Past analyses of buildings at Seaside have yielded mixed results on the degree to which buildings could be salvaged. Whalen said the new analysis would be comprehensive.
"They're doing more than just looking at things. They're going to be doing some further investigation where it's warranted," she said.
She added that it would be hard to judge what could be salvaged until the review is completed, and said input at public meetings planned to be held in Waterford by state officials beginning this month would play a role in what uses are considered for the buildings.
Whalen said there is no firm timeline for completing plans but that DEEP intends to move quickly. Malloy previously requested a report on converting the land into a state park by Jan. 1.
The deputy commissioner emphasized that part of DEEP's mission is protection of historical and cultural resources.
"We understand the architectural significance of these buildings," she said. "We understand their historical context within the community and the history of medicine."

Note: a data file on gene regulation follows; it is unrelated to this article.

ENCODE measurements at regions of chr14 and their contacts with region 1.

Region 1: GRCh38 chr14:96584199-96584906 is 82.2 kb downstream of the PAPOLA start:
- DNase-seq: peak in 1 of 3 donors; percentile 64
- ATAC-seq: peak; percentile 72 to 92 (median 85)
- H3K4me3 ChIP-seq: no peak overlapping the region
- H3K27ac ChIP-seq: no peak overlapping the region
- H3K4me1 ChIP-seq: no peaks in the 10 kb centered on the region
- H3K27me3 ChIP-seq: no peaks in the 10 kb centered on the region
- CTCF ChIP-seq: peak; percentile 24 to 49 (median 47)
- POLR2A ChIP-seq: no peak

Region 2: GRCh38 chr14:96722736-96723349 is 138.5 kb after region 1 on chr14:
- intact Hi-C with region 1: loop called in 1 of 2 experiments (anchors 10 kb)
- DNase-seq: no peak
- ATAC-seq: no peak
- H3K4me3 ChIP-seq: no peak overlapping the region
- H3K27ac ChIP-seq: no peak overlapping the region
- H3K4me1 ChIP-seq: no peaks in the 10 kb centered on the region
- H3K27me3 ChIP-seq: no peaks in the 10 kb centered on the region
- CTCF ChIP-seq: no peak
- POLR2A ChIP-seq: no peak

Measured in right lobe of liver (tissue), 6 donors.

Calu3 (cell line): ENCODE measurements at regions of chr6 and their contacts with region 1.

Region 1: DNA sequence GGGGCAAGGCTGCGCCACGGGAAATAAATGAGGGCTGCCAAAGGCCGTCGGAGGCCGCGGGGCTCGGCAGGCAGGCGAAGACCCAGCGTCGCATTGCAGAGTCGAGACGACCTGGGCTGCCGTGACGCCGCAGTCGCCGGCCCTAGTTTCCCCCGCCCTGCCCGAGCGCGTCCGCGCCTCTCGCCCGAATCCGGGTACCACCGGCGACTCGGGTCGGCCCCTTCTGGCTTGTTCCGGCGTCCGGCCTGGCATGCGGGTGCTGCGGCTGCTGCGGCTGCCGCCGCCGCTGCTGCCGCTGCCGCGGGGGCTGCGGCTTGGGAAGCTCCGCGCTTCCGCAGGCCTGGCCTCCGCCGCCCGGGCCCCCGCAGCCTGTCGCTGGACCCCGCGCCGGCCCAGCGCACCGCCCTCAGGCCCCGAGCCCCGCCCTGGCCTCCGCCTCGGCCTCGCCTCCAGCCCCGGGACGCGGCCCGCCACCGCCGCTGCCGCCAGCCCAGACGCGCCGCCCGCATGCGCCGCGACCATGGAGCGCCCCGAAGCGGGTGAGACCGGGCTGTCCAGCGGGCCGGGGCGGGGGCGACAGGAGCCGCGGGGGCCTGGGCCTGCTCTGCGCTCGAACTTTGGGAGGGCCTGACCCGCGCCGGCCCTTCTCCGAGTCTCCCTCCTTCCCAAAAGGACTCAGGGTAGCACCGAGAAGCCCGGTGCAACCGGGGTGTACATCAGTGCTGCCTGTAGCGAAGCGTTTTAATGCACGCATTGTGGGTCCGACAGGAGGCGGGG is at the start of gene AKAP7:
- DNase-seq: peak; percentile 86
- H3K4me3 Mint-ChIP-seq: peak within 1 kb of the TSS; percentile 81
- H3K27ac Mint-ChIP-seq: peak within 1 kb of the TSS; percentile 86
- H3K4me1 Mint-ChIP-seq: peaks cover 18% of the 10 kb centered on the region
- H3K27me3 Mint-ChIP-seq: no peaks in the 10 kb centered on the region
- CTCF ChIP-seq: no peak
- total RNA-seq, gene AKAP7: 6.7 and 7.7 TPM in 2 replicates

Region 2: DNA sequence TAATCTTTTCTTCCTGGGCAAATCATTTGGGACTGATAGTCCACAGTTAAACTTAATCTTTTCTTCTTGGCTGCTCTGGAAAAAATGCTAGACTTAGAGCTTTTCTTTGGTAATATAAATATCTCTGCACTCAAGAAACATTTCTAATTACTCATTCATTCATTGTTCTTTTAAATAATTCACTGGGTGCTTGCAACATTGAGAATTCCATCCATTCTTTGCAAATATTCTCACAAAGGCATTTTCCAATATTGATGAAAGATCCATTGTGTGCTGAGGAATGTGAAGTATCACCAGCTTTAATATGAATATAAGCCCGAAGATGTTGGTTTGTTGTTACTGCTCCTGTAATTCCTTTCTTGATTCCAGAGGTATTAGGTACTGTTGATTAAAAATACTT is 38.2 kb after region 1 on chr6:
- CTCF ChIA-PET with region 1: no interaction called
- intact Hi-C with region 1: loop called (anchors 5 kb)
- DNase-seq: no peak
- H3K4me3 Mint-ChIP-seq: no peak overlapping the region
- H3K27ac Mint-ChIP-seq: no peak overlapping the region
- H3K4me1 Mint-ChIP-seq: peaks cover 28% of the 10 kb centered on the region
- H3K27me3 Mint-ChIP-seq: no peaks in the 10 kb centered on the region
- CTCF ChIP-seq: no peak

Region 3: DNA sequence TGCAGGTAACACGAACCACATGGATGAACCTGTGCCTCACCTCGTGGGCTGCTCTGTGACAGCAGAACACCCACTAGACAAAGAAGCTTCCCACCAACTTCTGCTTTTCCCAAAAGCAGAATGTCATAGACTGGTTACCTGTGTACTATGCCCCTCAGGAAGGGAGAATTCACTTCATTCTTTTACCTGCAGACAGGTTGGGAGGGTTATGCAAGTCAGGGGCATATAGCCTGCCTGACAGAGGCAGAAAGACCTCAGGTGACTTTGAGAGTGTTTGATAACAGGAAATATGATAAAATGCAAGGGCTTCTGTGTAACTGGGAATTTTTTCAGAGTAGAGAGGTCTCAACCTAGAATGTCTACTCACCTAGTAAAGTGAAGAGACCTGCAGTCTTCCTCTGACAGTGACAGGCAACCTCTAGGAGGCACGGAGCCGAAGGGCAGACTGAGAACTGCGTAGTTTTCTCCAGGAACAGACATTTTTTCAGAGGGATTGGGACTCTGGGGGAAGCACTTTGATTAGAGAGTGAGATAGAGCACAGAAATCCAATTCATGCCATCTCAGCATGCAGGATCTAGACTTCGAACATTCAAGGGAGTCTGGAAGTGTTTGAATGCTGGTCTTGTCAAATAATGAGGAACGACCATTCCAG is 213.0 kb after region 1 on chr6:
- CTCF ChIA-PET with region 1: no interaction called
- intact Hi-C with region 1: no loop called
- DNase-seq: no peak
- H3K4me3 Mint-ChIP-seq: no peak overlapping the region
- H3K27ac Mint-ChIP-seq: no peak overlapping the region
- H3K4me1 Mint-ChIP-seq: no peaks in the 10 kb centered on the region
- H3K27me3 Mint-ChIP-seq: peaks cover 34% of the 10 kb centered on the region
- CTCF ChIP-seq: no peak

Gilbert scholar Dr. Barbara S. Christen, a freelance writer and editor currently contracted with the National Gallery of Art, said in a June interview she believed Gilbert's work at Seaside to be more significant from an architectural perspective than his designs for the U.S. Supreme Court.
She noted then that Gilbert designed Seaside toward the end of his career. In his designs for the site, she said, he incorporated a variety of types and aspects of design for which he'd become known: campus planning, use of open space and residential work.
"It's almost a kind of personal, a very wonderful personal culmination of these different aspects of his career for which he's gained lots of public notice," Christen said in June.
In an email she sent to The Day on Friday, Christen called state efforts to preserve open space on the site "significant and laudable" but cautioned against allowing for demolition "by concerted action or neglect."
"Saving the buildings, in my mind, is critical to the legacy that this project can represent for generations to come," she wrote.